Germany’s Interior Ministry said Wednesday it has authorized raising the rainbow flag at federal government buildings on some occasions, a move meant to end discussions about unclear rules and signal acceptance of diversity.
The ministry said that flying the rainbow flag “must be related to a concrete date,” such as Pride marches or the June 28 anniversary of the 1969 Stonewall uprisings in New York that helped propel a global LGBTQ movement. There are some national holidays and other days when it won’t be allowed.
The ministry said that, until now, there had been no rule formally allowing the flag, “which in the past has frequently led to discussions.”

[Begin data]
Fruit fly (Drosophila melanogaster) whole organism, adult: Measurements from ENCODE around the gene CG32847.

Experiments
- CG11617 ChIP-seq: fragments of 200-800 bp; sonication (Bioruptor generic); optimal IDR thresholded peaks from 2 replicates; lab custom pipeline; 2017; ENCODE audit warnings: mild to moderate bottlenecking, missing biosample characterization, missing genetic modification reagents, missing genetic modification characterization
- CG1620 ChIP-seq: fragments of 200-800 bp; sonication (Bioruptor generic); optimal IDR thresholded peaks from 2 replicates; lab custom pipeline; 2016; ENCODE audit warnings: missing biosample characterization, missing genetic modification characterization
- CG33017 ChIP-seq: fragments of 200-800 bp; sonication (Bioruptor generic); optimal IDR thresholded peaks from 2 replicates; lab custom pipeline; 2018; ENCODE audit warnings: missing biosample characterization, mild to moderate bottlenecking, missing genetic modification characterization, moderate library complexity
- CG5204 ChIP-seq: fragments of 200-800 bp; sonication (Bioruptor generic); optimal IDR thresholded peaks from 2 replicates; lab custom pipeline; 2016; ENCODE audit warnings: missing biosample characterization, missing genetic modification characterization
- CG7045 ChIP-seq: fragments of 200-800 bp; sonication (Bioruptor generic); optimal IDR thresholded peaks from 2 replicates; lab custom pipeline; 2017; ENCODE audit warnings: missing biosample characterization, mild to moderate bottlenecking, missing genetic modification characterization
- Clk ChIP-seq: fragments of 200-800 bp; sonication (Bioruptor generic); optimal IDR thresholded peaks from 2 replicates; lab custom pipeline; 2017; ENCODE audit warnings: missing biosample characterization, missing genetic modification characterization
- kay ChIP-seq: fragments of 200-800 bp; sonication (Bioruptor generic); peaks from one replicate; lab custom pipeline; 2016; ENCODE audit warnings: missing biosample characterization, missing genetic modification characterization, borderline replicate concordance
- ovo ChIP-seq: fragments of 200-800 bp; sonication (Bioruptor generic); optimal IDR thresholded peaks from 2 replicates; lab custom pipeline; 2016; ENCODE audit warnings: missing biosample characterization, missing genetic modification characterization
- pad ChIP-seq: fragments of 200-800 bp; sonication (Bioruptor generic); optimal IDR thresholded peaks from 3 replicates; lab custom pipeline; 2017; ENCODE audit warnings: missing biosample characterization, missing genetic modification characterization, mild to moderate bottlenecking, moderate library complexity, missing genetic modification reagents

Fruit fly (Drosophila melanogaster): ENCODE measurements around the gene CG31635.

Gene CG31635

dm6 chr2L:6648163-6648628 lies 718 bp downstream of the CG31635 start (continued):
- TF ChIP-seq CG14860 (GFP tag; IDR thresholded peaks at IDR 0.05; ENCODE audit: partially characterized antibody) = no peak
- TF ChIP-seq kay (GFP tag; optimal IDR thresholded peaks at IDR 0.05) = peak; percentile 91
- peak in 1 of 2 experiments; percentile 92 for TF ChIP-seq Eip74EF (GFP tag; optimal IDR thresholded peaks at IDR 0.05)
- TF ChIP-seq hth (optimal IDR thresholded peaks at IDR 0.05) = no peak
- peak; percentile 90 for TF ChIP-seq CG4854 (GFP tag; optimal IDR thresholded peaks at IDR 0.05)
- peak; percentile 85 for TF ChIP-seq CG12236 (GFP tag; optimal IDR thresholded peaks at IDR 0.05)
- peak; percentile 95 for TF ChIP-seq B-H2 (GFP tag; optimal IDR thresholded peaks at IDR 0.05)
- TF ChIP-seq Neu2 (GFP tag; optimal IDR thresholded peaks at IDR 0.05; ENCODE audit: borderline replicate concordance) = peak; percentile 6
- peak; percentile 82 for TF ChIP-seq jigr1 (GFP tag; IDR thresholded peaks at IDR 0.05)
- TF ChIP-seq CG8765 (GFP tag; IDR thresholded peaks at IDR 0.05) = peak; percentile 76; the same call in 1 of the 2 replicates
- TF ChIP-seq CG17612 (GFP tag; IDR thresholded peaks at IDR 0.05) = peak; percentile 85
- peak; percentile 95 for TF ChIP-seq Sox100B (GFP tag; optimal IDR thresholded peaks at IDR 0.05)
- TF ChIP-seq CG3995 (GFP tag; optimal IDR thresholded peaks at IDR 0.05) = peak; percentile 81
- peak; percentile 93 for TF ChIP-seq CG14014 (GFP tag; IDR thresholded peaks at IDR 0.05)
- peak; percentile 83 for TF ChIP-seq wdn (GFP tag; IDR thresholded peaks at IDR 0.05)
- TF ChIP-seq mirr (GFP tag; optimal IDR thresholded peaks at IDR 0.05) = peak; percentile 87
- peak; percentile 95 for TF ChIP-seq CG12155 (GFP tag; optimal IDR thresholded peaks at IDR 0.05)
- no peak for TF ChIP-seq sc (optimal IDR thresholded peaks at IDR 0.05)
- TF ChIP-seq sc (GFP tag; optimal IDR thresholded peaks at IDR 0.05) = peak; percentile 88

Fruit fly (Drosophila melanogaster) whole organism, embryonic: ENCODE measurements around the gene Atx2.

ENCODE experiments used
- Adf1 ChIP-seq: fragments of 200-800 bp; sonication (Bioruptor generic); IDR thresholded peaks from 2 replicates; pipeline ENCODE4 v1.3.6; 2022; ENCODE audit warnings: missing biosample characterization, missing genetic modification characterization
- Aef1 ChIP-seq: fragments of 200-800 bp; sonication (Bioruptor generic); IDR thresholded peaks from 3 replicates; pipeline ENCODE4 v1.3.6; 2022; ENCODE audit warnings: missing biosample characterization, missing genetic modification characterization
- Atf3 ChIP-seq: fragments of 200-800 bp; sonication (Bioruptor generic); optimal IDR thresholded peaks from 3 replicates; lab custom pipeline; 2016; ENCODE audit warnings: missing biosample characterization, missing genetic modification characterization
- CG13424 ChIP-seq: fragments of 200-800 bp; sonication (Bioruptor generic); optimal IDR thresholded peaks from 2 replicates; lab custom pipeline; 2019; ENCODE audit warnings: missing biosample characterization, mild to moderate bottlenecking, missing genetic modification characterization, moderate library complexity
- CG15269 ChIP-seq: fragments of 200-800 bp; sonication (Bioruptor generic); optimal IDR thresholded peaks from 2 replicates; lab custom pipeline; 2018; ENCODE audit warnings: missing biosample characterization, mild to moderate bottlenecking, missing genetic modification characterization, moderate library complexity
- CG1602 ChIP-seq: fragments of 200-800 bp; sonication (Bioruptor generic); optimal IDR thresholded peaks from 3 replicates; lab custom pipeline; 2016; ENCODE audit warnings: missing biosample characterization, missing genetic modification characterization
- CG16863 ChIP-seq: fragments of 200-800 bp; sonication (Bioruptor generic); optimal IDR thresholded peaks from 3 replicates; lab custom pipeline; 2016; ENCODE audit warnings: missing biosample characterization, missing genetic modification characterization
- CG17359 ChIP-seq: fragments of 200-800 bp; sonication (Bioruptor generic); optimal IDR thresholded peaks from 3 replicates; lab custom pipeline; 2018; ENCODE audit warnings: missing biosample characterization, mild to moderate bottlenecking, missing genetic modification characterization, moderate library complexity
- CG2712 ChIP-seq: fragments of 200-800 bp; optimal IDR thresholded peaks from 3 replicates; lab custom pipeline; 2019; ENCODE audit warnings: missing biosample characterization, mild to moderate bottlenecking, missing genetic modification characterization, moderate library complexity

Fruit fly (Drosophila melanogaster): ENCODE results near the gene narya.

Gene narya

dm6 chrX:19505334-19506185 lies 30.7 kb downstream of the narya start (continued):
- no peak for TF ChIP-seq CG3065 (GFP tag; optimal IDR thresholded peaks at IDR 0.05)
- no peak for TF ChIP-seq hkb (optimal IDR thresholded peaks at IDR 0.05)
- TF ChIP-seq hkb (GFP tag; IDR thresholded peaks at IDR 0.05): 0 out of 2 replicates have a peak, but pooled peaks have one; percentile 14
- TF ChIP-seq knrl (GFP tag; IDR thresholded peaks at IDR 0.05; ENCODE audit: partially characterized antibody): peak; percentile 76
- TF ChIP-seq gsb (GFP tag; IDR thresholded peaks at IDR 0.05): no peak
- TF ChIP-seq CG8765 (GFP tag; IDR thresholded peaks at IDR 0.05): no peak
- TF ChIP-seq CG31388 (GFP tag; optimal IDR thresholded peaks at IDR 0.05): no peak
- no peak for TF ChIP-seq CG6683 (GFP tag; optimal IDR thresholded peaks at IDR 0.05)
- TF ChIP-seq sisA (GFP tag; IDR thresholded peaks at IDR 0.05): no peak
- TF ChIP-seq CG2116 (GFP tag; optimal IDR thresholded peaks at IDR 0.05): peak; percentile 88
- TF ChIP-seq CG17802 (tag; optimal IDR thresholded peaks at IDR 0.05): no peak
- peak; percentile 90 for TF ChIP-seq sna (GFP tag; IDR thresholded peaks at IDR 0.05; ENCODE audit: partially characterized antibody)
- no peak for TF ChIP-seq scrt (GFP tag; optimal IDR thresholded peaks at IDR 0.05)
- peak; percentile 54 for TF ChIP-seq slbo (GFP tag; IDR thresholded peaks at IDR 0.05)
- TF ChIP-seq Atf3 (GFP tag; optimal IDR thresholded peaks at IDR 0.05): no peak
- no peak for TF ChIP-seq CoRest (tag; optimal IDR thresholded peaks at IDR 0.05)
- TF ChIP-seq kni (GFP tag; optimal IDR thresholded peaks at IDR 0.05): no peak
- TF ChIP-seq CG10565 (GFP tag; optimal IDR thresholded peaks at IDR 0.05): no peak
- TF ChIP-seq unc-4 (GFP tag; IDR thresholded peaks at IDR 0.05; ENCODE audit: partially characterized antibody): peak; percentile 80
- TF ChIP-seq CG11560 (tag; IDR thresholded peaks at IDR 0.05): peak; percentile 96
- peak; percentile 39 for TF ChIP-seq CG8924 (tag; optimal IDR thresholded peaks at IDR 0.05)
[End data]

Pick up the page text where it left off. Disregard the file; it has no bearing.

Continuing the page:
“We are a modern and diverse country,” Interior Minister Nancy Faeser said in a statement. “It is high time that we as state institutions also show that more clearly.”
“We want discrimination against people because of their sexual identity to end in all areas of society,” she added. “We want to show solidarity with all those who still experience exclusion.”
Faeser’s decision comes as Chancellor Olaf Scholz’s coalition of three socially liberal parties, which took office in December, pursues an agenda of social reforms.
The government has launched a drive to remove from the country’s criminal code a ban on doctors “advertising” abortion services. Among other things, it also wants to legalize the sale of cannabis for recreational purposes, ease the path to German citizenship and lift restrictions on dual citizenship.
The government also wants to scrap 40-year-old legislation that requires transsexual people to get a psychological assessment and a court decision before officially changing gender, a process that often involves intimate questions. It is to be replaced with a new “self-determination law.”